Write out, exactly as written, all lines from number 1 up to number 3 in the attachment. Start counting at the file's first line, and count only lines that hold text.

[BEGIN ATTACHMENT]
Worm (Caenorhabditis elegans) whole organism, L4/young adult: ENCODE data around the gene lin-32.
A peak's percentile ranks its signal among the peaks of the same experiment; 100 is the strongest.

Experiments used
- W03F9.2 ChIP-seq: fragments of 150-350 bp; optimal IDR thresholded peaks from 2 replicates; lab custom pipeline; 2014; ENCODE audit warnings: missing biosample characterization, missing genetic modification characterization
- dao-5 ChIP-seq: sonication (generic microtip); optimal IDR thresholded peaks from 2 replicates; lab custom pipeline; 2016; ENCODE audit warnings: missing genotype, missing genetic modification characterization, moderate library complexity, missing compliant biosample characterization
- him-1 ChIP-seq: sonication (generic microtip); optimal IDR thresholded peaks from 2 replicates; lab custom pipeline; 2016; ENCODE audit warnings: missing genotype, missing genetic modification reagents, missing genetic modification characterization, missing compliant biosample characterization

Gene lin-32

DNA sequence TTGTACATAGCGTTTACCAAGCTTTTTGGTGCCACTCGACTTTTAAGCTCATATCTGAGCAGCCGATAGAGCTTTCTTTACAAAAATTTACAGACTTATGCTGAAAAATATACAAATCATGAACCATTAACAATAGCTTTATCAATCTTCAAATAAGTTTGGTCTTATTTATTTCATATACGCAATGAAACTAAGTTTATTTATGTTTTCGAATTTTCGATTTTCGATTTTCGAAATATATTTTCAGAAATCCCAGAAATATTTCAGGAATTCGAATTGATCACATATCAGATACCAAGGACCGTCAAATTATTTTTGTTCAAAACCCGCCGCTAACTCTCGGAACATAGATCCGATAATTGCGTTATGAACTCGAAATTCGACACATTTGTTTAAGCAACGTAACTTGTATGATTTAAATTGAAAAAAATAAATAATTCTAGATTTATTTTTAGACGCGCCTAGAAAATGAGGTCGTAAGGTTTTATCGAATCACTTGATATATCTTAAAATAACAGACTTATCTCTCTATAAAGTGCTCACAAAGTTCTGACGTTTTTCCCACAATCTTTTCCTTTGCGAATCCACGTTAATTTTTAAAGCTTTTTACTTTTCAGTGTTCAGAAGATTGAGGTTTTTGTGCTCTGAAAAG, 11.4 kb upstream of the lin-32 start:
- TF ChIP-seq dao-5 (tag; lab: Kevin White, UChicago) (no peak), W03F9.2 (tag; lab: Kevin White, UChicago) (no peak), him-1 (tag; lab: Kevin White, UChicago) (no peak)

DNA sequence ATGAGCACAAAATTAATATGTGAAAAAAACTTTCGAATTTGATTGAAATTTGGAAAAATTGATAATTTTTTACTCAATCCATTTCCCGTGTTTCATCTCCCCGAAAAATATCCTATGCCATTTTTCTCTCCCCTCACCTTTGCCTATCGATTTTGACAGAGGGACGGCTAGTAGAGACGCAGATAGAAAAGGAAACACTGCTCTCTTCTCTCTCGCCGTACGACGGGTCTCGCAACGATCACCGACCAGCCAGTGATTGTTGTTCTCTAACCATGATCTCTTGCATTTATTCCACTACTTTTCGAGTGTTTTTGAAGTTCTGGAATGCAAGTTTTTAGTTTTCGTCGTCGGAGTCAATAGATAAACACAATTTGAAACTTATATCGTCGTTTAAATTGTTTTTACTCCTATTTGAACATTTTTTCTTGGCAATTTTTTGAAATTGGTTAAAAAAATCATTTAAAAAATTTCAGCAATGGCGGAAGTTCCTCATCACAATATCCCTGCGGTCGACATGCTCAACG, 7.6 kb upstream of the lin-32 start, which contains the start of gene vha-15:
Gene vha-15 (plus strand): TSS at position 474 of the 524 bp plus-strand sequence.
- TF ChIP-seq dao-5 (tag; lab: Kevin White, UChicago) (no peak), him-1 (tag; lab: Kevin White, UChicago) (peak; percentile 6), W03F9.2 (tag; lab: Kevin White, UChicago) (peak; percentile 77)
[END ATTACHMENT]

Worm (Caenorhabditis elegans) whole organism, L4/young adult: ENCODE data around the gene lin-32.
A peak's percentile ranks its signal among the peaks of the same experiment; 100 is the strongest.

Experiments used